Research center opens at UMN, simplifying research development

The Clinical Research Support Center opened on Sept. 4

Lew Blank

In an effort to help them through difficult procedures in the clinical research process, a new center supporting researchers opened at the University of Minnesota last week.

The Clinical Research Support Center, located in Diehl Hall, was initiated by the University’s Clinical and Translational Science Institute. With seven conference rooms, four partners and 20 expert groups providing advice, the CRSC was created to expedite the complicated process of taking a study from the page to publication.

“Clinical researchers themselves have described the [clinical research] process as quote unquote ‘spaghetti,’” said Brook Matthiesen, communications manager of CTSI. “All four partners are coming together in this new center and working collaboratively with a team-based approach that helps ‘de-spaghetti,’ if you will, the process.”

The development of clinical research publications typically entails a slew of requirements and regulations, including trial design, statistics, institutional review board submissions, budgets and material transfers.

“In the clinical research world, there’s a lot of different regulations and approvals and steps that need to happen, and the environment changes a lot,” said Lisa Johnson, who helps manage the CRSC. “The FDA, NIH, [and] different funders keep having new rules or guidance or needs.”

In the past, researchers would use long email chains to contact experts who would help them solve problems in the clinical research process, which was inefficient for investigators.

Now that the CRSC can place resources for investigators in one facility, the new center can serve as a one-stop shop for answering clinical research questions.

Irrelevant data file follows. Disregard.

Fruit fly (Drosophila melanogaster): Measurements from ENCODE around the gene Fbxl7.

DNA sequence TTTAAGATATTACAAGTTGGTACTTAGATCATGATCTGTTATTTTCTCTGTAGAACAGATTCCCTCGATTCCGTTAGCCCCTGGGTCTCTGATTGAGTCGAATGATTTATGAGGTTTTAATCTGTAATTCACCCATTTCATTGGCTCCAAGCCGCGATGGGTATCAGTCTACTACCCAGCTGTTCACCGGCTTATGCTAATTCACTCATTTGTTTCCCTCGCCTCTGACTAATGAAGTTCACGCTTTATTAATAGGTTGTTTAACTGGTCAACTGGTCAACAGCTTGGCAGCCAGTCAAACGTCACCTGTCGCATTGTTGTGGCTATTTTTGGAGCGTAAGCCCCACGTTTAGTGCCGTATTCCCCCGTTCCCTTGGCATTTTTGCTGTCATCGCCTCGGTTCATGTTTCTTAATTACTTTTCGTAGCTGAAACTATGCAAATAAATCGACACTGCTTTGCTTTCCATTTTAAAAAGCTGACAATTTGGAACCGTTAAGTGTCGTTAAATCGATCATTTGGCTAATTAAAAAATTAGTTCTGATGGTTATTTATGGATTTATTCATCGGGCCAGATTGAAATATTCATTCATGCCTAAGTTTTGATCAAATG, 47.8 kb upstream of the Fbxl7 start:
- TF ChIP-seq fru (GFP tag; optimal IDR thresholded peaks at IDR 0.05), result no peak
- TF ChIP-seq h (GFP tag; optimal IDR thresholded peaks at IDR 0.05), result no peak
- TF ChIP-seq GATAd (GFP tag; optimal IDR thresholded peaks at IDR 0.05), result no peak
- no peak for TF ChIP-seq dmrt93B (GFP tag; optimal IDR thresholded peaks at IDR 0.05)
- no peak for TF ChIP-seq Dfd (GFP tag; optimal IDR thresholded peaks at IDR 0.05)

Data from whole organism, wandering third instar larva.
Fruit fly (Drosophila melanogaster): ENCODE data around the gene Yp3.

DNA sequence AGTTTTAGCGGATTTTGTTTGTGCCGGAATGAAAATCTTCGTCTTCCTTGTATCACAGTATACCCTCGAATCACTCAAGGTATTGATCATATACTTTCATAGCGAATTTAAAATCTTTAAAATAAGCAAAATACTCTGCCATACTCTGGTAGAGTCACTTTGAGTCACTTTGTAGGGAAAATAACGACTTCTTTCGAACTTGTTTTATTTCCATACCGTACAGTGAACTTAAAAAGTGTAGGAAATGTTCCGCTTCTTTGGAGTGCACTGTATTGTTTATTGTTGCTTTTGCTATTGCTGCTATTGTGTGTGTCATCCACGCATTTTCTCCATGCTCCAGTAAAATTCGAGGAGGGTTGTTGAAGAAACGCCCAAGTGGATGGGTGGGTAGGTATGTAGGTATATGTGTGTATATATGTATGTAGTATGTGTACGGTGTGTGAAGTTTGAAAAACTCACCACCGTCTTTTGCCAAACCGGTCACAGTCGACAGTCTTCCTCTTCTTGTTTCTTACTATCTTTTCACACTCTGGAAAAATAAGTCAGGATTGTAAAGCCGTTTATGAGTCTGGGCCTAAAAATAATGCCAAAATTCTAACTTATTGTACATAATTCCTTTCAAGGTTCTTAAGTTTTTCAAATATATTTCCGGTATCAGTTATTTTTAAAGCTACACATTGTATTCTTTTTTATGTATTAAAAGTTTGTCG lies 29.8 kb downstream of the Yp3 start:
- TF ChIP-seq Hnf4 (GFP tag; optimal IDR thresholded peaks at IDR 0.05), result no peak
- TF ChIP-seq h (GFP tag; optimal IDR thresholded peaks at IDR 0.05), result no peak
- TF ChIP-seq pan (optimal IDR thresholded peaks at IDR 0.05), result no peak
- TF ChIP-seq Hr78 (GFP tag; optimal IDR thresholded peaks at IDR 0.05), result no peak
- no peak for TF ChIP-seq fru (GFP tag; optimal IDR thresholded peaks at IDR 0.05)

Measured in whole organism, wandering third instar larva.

“The idea was to make it easy for the investigators … and have a co-localization of experts in all the different components that would be necessary to efficiently move forward toward clinical studies or clinical trials,” said Bruce Blazar, the director of CTSI. “[The CRSC has] allowed the people there to organize a SWAT team-like approach to bring the experts in the various areas together.”

When investigators enter the CRSC in need of assistance, they will be greeted by a receptionist, who connects them with a clinical research specialist in one of the seven conference rooms. 

After discussing the researcher’s needs, the specialist will introduce them to a representative from one of the CRSC’s 20 expert groups, who will provide expertise to address their concerns.

This gathering of resources in a single physical location is key to reducing the amount of unnecessary time that researchers spend on procedural tasks, Johnson said.

“[The CRSC is] trying to maximize the investigator’s time and minimize the number of emails or times going back for clarification,” she said.

Overall, this simplification of the clinical research process will help keep investigators more focused on their research, something that Blazar said he believes will be a source of encouragement.

“You want to make this easy for the investigators and the staff. Otherwise they’ll be discouraged,” Blazar said.